Climate Change at the University of Rhode Island
NSF ADVANCE PI Meeting, May 19-20, 2005
Janett Trubatch, (former) PI
The URI ADVANCE Institutional Transformation Award has made a number of investments and created or expanded upon a number of programs that have been successful in changing the climate at URI.
The most significant of these is what started out as the Pre-Faculty Fellows Program and morphed into the ADVANCE Assistant Professor Program. Our initial goal was to hire 4 women faculty, one in each of 4 Colleges with STEM departments. Each position was designed to provide a decreased teaching load, a variety of support and mentoring programs, and a transition to a regular tenure track faculty position at the completion of ADVANCE support. The response to advertising these positions was so overwhelming that Deans of all 4 colleges raised additional funds to make 2 new hires in each college. The Deans and faculty involved in these searches were amazed at the large pools of superiorly qualified women candidates generated in each field. We learned an important lesson from this, and other recruitment processes over the past years, that provisions for dual-career offers are increasingly important in faculty hires.
The other major effort we undertook was to use the Prochaska Transtheoretical Model for Behavior Change to both manage and measure climate change. We used a trainer to work directly with faculty in departmental workshops to (1) plan and implement projects to improve work life and (2) create opportunities for all faculty to successfully balance work and family obligations.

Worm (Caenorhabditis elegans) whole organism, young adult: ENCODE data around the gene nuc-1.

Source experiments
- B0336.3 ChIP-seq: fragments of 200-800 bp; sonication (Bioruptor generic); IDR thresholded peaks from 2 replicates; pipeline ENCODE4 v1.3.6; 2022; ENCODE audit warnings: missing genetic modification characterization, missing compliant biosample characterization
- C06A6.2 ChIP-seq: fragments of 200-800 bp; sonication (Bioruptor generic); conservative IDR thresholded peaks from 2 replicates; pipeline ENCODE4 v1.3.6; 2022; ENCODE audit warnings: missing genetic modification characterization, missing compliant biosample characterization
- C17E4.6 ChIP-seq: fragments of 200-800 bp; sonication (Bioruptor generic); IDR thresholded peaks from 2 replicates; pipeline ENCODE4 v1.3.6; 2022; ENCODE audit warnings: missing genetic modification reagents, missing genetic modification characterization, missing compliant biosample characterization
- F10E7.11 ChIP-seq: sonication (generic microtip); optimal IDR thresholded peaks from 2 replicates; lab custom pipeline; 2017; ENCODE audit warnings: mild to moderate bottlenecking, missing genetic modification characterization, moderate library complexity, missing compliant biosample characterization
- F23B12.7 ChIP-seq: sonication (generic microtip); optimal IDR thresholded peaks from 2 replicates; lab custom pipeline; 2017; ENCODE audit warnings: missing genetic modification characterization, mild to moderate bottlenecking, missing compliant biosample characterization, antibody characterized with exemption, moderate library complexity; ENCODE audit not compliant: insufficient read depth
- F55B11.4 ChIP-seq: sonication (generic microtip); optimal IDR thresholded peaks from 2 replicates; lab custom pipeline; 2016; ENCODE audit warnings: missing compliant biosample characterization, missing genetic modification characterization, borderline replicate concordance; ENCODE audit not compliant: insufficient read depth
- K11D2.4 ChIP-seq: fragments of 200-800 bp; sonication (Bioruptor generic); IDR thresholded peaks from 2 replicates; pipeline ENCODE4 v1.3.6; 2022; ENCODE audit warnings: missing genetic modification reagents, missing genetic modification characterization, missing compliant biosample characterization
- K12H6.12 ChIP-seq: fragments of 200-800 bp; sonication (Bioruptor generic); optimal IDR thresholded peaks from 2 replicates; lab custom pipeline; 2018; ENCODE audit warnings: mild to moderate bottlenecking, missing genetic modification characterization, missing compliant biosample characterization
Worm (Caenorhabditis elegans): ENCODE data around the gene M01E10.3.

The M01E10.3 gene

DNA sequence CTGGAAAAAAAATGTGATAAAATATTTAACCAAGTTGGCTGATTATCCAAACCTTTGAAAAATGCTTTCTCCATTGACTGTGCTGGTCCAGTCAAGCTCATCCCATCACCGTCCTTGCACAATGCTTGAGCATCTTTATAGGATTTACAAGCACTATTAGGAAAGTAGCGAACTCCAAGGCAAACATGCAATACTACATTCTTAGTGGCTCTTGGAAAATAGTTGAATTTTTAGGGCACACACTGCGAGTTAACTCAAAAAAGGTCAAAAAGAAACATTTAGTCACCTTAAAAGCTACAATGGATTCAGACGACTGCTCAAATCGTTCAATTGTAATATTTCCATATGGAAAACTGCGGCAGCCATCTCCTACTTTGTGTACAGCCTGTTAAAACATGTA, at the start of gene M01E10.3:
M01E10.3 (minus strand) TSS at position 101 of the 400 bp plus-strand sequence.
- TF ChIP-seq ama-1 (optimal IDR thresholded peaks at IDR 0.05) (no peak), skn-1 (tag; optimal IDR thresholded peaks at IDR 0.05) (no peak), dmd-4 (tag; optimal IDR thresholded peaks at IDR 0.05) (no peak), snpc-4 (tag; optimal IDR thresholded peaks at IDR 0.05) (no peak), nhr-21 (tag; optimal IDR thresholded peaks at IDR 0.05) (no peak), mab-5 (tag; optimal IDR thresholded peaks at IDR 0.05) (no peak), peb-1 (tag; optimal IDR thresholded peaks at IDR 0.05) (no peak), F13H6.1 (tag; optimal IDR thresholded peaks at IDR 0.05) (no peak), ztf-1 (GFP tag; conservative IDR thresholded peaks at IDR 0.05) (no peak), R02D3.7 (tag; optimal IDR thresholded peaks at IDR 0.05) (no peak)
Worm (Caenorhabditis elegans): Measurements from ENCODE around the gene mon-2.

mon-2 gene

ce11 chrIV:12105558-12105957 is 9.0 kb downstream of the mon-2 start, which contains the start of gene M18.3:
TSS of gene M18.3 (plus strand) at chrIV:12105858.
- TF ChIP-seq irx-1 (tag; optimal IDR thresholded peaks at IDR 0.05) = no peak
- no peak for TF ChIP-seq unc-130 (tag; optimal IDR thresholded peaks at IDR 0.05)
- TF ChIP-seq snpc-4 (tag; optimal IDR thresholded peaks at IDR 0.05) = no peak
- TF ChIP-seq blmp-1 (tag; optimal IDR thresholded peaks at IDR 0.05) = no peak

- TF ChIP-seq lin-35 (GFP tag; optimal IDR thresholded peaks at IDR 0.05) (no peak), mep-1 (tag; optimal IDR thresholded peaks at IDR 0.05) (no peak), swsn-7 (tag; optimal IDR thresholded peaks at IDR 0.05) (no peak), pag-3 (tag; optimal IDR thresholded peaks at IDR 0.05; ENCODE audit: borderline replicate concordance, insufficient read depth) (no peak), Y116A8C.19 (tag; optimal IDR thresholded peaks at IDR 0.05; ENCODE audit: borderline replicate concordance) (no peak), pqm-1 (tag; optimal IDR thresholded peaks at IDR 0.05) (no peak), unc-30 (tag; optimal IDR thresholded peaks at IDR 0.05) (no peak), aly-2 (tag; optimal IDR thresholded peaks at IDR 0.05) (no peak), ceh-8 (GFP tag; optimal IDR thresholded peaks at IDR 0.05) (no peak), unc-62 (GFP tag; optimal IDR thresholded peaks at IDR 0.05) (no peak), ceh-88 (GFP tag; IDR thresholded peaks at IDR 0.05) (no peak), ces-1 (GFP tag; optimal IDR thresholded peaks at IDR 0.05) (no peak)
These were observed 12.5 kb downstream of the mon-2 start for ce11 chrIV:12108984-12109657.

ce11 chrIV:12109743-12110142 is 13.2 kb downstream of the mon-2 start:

The NSF ADVANCE program’s goal of institutional transformation relies on, and is evidenced by, overarching climate change which is brought about through significant and positive changes in the working environment and working conditions for women and underrepresented faculty, to the ultimate benefit of all faculty.
All of the URI ADVANCE program initiatives, either proximally or distally, strive to produce climate change. Initiatives that help in this endeavor include (1) increasing the representation of women faculty and educating about best practices in recruitment; (2) increasing faculty and administration awareness about climate issues, subtle forms of bias, and the importance of faculty diversity; (3) promoting effective mentoring; (4) promoting social and professional collaborations; and (5) institutionalizing supportive work-life policies.
Other specific ADVANCE initiatives that focus on improving work climate include:
Evidence of climate change is being seen in many places. Anecdotal reports, such as the comment above, are numerous. Gathering qualitative and quantitative data on climate change will be a major focus in the final years of the ADVANCE project.
We welcome your input. Please contact the ADVANCE office if you can offer anecdotal evidence of your own!